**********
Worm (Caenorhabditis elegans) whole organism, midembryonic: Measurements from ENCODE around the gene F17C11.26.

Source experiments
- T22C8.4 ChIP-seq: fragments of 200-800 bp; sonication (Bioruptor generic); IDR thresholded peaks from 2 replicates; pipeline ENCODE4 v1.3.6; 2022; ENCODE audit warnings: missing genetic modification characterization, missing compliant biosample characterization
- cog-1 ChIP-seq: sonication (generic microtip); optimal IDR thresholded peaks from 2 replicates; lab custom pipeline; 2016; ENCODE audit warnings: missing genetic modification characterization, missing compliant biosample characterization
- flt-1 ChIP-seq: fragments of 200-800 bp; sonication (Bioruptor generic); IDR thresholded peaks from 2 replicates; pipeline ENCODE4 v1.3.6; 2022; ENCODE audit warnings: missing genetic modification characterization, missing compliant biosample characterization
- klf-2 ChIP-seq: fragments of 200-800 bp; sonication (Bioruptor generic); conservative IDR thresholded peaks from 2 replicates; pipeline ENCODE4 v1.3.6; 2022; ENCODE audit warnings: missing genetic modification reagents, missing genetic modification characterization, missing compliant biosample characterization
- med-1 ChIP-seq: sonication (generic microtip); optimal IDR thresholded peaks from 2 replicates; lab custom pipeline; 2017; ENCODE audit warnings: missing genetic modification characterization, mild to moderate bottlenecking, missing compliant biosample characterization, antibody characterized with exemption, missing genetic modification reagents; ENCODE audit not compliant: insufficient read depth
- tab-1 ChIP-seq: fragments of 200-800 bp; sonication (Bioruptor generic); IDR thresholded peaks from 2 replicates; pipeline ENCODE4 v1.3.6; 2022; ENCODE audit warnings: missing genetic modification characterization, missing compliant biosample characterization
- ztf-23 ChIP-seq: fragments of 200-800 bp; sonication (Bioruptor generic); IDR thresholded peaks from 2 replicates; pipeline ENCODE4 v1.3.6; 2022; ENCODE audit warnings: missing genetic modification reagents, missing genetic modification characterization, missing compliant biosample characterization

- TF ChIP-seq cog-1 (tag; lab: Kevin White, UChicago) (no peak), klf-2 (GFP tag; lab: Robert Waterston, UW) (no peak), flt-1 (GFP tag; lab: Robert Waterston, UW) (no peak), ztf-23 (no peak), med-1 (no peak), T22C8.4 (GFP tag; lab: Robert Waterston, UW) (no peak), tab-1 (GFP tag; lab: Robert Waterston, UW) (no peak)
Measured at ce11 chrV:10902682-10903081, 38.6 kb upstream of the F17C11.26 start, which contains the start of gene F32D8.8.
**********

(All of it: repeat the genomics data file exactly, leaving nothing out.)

Worm (Caenorhabditis elegans) whole organism, midembryonic: Measurements from ENCODE around the gene F17C11.26.

Source experiments
- T22C8.4 ChIP-seq: fragments of 200-800 bp; sonication (Bioruptor generic); IDR thresholded peaks from 2 replicates; pipeline ENCODE4 v1.3.6; 2022; ENCODE audit warnings: missing genetic modification characterization, missing compliant biosample characterization
- cog-1 ChIP-seq: sonication (generic microtip); optimal IDR thresholded peaks from 2 replicates; lab custom pipeline; 2016; ENCODE audit warnings: missing genetic modification characterization, missing compliant biosample characterization
- flt-1 ChIP-seq: fragments of 200-800 bp; sonication (Bioruptor generic); IDR thresholded peaks from 2 replicates; pipeline ENCODE4 v1.3.6; 2022; ENCODE audit warnings: missing genetic modification characterization, missing compliant biosample characterization
- klf-2 ChIP-seq: fragments of 200-800 bp; sonication (Bioruptor generic); conservative IDR thresholded peaks from 2 replicates; pipeline ENCODE4 v1.3.6; 2022; ENCODE audit warnings: missing genetic modification reagents, missing genetic modification characterization, missing compliant biosample characterization
- med-1 ChIP-seq: sonication (generic microtip); optimal IDR thresholded peaks from 2 replicates; lab custom pipeline; 2017; ENCODE audit warnings: missing genetic modification characterization, mild to moderate bottlenecking, missing compliant biosample characterization, antibody characterized with exemption, missing genetic modification reagents; ENCODE audit not compliant: insufficient read depth
- tab-1 ChIP-seq: fragments of 200-800 bp; sonication (Bioruptor generic); IDR thresholded peaks from 2 replicates; pipeline ENCODE4 v1.3.6; 2022; ENCODE audit warnings: missing genetic modification characterization, missing compliant biosample characterization
- ztf-23 ChIP-seq: fragments of 200-800 bp; sonication (Bioruptor generic); IDR thresholded peaks from 2 replicates; pipeline ENCODE4 v1.3.6; 2022; ENCODE audit warnings: missing genetic modification reagents, missing genetic modification characterization, missing compliant biosample characterization

- TF ChIP-seq cog-1 (tag; lab: Kevin White, UChicago) (no peak), klf-2 (GFP tag; lab: Robert Waterston, UW) (no peak), flt-1 (GFP tag; lab: Robert Waterston, UW) (no peak), ztf-23 (no peak), med-1 (no peak), T22C8.4 (GFP tag; lab: Robert Waterston, UW) (no peak), tab-1 (GFP tag; lab: Robert Waterston, UW) (no peak)
Measured at ce11 chrV:10902682-10903081, 38.6 kb upstream of the F17C11.26 start, which contains the start of gene F32D8.8.